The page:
Novak Djokovic: ‘I didn’t really use my phone much at all and just…’

Novak Djokovic made it through Round 2 of the 2020 Tokyo Olympics tennis competition with a 6-4, 6-3 victory over Jan-Lennard Struff on Monday July 26 at Ariake Tennis Park. It took the World No. 1 an hour and 14 minutes to finish it on center court in a clinical performance. Despite a decent start from the current world number 48, Struff, who served well and stayed with his Serbian opponent early in the first set, Djokovic took care of business quickly and efficiently. The two tied service game for service game at 4-4 in Set 1, but as soon as the opportunity arose, Djokovic pounced. Leading 5-4 on Struff’s serve, he applied the pressure to win four straight points and break the love affair, claiming the first set 6-4. The break came much earlier in the second set, at 30-15 in the second game, Djokovic took the point and pumped his fist, letting out a roar with increasing intensity. There was another roar from the Serbian as a beautiful backhand crossed on the court made it three games to one in the second set as Djokovic turned the screw. Going through his record of brilliant passing shots on the line, carefully crafted drop shots, unrecoverable serves, and lightning serve and volley attacks, it was all over in one hour and 14 minutes. The victory put the 6-0 head-to-head between these two as Djokovic’s giant advances. The victory means the 34-year-old is one step closer to a historic ‘Golden Slam’, which means winning all four major tournaments and an Olympic gold medal in a single year. No male tennis player has ever done it, Steffi Graff is the only one to have won all five titles in the same year, in 1988. Djokovic has already won the Australian and French Open this year, as well as the Wimbledon title last month to claim the 20th Grand Slam title of his career.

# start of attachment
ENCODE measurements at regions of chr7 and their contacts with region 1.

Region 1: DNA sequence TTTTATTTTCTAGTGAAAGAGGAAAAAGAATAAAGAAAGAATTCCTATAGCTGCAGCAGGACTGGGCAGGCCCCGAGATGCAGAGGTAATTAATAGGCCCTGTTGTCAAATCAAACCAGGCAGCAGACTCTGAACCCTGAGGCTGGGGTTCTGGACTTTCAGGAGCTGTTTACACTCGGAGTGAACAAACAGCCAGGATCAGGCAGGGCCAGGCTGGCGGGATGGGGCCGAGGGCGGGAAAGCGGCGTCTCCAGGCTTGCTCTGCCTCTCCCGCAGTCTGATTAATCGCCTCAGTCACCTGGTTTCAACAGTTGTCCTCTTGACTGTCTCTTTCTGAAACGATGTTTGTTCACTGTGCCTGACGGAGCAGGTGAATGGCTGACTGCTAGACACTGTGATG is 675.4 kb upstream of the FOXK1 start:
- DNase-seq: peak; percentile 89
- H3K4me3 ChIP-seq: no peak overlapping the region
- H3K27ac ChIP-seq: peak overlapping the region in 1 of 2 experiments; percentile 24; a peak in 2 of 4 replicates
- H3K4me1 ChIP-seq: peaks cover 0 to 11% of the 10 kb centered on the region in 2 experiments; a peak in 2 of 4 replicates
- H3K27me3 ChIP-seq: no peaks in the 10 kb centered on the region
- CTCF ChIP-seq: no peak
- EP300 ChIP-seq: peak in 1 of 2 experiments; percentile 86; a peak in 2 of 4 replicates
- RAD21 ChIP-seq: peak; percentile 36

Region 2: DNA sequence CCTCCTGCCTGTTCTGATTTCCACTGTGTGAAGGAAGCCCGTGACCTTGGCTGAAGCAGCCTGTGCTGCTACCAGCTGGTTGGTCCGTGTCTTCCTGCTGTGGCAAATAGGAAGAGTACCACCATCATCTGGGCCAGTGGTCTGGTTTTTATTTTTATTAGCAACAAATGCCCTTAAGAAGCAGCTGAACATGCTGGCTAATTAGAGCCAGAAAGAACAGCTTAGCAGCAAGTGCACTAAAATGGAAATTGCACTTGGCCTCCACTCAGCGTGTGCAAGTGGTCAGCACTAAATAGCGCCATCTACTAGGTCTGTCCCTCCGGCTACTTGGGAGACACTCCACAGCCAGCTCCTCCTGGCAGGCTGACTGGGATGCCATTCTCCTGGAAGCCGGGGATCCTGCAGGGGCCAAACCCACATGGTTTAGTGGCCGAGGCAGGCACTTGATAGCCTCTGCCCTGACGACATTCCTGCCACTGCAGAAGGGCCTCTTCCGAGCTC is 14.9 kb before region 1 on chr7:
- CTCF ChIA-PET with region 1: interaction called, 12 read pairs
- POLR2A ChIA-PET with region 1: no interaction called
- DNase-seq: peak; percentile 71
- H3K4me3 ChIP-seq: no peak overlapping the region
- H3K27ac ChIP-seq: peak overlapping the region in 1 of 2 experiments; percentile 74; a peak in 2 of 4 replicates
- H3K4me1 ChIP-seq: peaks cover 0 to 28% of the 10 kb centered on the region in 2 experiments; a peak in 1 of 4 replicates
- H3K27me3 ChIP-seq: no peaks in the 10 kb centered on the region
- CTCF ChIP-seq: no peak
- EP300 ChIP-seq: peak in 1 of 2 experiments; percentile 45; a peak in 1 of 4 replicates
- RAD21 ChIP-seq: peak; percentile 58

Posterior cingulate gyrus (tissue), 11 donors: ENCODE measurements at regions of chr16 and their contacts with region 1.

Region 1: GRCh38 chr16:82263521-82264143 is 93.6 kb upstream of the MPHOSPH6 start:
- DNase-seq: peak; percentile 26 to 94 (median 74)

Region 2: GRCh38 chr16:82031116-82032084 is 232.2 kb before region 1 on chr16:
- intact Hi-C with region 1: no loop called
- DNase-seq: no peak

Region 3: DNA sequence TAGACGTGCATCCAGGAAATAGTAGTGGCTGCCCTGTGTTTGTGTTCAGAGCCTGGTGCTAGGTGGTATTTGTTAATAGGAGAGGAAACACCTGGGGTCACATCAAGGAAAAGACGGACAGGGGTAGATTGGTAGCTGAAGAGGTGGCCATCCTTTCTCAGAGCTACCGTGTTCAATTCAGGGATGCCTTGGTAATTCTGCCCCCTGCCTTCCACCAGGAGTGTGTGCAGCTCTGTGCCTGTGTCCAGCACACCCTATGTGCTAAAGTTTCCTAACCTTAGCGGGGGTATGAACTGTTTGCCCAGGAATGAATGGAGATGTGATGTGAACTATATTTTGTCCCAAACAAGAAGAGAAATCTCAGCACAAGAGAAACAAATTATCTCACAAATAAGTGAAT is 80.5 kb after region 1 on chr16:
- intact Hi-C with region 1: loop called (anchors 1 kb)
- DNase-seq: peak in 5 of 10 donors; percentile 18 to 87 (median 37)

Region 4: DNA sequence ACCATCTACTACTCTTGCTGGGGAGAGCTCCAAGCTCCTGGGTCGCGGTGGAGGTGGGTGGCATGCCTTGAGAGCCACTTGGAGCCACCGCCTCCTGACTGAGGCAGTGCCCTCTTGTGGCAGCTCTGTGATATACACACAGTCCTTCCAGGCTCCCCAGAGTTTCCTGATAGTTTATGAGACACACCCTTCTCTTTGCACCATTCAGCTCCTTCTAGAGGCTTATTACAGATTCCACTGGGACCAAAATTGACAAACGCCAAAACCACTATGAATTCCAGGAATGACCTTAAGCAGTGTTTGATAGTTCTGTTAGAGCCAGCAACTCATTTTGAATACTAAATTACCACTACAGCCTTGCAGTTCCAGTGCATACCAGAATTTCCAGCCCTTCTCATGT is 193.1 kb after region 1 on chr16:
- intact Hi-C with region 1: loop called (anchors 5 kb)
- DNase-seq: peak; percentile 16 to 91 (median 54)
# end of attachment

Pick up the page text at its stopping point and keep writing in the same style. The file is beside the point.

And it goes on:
Novak Djokovic on people’s expectations¬†

A month ago Novak Djokovic was in two minds about participating in the Olympics, given the fact that there are no spectators allowed in the stands. But he finally made the decision to play, much to the delight of his fans. “I didn’t allow any pressure from anybody,” Djokovic said. “I switched off actually; I was with my family and I spent three, four days after the Wimbledon finals. Didn’t really use my phone much at all and just needed that time to recover and rejuvenate a little bit so I could have a clear mind for the decision-making process – whether I wanted to come to Tokyo or not. As I said in London, for me one of the biggest obstacles to coming here was the absence of crowds,” he went on. “I felt like after playing three Olympic Games, it’s not like it’s my first Olympic games, so I felt maybe I didn’t know whether I wanted to come and play in front of the empty stadium. But there were a lot more positives on the other side of things – like what I’ve just talked about (the experience in the Olympic village) and of course representing my country at the most important sports event in history,” Djokovic added. “That prevailed, and I’m happy because once I made a decision I was very clear that it was the right decision and I’m just enjoying myself very much here.”

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